I was drawn to an article last week that was published by NerdWallet all about financial control. That got me thinking about the punishing financial after-effects of what we help our clients to do… survive and escape!
The financial mayhem that develops after escaping an abuser is not easy to deal with. There can be damage to a former victim’s credit history, the effect that has on future mortgage applications, rental agreements, credit cards, and loans, even on opening a bank account – in fact any situation that requires a financial examination.
Many survivors might decide that declaring insolvency or entering into an Individual voluntary arrangement (IVA) is the best option for them but, while this does draw a line under historical problems, there can still be a knock-on effect on obtaining most financial products. Strangely, home and car insurance premiums may escalate, or insurance might even be refused.
When the burden of all this mess is borne by the survivor, and the perpetrator gets away scot-free, something is clearly not right.
For years on end a victim may suffer with financial abuse but, even when that hugely difficult and courageous decision is taken to leave, the abuse continues. Nowadays records are kept more or less forever: non-disclosure could be deemed as a fraudulent application and land the victim with a criminal record.
There is a lot of work for the credit agencies and the wider financial industry to do here, I think. Could it not be made possible for someone to reset their credit history and purge the information that was collected during an abusive relationship, leaving a survivor to be able to escape their abuser once and for all?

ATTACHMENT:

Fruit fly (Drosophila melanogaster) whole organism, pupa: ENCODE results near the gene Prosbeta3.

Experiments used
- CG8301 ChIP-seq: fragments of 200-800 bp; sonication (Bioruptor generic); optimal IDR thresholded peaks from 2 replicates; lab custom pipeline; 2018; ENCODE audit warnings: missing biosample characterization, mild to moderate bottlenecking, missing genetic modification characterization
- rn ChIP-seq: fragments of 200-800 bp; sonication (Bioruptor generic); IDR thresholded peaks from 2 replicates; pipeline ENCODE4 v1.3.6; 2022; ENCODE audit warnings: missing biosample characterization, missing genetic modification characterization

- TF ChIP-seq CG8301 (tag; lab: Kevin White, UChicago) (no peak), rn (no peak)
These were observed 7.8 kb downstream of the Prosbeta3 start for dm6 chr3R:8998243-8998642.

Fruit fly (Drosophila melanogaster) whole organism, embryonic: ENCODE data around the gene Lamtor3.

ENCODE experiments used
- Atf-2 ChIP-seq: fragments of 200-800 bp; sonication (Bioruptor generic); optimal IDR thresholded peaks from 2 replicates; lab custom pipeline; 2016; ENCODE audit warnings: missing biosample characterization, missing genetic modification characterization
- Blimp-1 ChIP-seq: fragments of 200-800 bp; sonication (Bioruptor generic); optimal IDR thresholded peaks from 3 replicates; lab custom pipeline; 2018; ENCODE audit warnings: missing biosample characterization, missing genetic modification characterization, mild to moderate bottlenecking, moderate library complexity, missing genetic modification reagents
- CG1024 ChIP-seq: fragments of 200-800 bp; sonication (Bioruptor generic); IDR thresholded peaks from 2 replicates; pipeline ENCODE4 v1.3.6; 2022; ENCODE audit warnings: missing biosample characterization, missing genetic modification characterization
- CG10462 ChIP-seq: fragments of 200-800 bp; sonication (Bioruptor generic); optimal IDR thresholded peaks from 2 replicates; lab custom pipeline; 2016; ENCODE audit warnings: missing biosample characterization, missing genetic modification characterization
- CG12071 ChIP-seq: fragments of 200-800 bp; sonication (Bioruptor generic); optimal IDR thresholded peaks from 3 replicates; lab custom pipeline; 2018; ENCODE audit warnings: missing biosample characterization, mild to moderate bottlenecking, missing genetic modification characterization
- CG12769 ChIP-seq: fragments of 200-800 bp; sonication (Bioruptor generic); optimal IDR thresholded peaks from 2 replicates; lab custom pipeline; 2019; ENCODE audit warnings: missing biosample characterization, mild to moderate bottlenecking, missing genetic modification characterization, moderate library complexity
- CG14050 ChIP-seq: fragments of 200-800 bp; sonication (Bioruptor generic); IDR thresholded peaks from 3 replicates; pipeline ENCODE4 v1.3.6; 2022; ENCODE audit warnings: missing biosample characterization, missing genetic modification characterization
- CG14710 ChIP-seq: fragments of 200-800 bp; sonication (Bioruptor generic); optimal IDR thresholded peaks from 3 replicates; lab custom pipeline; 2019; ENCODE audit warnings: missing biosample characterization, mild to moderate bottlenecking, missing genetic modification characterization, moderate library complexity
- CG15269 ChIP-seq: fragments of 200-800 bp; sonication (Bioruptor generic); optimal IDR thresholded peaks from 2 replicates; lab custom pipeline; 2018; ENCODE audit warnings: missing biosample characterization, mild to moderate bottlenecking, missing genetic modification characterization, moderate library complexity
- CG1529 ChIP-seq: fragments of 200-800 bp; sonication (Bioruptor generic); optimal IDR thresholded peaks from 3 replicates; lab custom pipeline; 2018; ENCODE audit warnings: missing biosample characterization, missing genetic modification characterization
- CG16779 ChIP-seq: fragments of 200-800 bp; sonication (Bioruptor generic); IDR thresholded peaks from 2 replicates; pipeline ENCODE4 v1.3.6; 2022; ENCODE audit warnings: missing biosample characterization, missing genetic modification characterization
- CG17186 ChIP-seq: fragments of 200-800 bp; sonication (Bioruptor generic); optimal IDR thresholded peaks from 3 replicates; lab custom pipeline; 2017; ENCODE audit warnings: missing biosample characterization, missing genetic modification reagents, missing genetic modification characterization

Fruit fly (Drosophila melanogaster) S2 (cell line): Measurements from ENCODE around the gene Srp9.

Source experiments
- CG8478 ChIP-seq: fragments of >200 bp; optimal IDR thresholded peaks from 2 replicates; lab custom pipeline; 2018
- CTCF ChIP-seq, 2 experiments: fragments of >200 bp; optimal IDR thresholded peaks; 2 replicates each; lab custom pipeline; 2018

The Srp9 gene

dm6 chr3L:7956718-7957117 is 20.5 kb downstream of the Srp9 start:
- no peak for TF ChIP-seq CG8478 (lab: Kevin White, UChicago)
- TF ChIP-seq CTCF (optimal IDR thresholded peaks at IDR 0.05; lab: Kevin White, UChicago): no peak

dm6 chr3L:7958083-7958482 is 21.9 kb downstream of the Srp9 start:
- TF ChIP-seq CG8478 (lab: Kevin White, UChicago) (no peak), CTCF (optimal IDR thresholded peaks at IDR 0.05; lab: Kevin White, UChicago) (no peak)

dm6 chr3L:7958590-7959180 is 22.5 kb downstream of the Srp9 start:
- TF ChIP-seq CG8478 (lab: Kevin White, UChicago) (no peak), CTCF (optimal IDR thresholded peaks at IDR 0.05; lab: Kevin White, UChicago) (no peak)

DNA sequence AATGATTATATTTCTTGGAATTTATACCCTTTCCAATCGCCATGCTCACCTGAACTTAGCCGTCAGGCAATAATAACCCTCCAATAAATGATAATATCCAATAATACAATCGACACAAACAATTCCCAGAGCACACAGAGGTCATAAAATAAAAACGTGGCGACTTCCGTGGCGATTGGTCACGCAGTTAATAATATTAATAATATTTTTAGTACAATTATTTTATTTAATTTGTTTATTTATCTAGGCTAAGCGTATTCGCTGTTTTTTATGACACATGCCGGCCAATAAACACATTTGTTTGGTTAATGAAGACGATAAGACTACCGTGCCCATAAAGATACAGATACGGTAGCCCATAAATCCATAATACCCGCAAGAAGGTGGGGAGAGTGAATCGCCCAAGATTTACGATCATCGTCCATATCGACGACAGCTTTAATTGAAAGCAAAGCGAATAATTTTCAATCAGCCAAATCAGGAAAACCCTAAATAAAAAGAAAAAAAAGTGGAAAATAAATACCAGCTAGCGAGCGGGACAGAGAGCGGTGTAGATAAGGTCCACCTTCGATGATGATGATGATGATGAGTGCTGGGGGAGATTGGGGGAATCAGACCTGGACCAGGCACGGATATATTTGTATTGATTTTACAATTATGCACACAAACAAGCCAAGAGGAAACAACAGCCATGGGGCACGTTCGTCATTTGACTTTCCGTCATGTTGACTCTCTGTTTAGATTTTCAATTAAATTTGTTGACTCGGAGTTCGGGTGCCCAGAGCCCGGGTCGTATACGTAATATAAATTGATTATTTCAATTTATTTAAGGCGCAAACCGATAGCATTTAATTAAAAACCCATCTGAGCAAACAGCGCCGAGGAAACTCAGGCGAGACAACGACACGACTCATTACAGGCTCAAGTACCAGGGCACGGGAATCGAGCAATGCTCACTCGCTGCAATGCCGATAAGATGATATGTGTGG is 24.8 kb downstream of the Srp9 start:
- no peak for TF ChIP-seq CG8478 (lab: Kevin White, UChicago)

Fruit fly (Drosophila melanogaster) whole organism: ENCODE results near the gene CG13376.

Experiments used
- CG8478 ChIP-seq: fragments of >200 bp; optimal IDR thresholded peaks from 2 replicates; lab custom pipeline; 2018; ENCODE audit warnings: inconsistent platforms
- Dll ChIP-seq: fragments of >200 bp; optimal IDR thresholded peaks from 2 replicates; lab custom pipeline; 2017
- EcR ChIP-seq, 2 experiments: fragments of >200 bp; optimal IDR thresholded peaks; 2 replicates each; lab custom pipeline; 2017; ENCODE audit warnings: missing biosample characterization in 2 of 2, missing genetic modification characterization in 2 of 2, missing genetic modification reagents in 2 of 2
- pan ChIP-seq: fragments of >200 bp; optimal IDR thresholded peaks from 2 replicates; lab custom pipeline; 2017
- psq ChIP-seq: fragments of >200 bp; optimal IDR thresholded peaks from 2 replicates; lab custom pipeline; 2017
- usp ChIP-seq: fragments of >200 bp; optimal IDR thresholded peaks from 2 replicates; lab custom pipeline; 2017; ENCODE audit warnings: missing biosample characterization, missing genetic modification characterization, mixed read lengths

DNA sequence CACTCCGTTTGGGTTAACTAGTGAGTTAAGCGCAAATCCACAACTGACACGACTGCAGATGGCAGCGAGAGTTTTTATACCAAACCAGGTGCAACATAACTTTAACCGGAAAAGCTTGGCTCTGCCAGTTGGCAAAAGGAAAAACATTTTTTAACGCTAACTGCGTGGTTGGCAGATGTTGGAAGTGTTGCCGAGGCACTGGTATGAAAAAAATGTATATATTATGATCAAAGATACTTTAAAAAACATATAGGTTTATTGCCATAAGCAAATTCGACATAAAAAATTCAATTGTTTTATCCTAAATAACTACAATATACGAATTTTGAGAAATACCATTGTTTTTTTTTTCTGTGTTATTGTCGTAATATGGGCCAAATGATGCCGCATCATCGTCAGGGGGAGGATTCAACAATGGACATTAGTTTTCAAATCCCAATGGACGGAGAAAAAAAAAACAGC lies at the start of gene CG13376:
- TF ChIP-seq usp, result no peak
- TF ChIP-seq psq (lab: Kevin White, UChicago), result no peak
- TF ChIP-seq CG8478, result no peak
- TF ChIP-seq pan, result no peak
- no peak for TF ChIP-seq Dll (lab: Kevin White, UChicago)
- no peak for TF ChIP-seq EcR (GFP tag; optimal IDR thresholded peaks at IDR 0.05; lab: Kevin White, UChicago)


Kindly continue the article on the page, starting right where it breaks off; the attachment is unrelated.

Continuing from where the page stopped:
Martin Lewis considered this subject and he clearly thinks that the depth of this problem is far greater than just giving advice on how to recognise the symptoms. Great practical tips and information can be found here https://blog.moneysavingexpert.com/2019/06/martin-lewis–financial-abuse–joint-accounts-and-managing-money/ there are some other great links to be found there too.
More great advice is available here https://survivingeconomicabuse.org/
Mark Groves, CEO
Financial Abuse often occurs alongside other forms of domestic abuse and is part of a pattern of behaviour called ‘coercive control’. If you or someone you know is experiencing financial abuse, there is help, advice and support available. Call the National Domestic Abuse Helpline on 0800 2000 247, which is a confidential 24-hour service run by Refuge.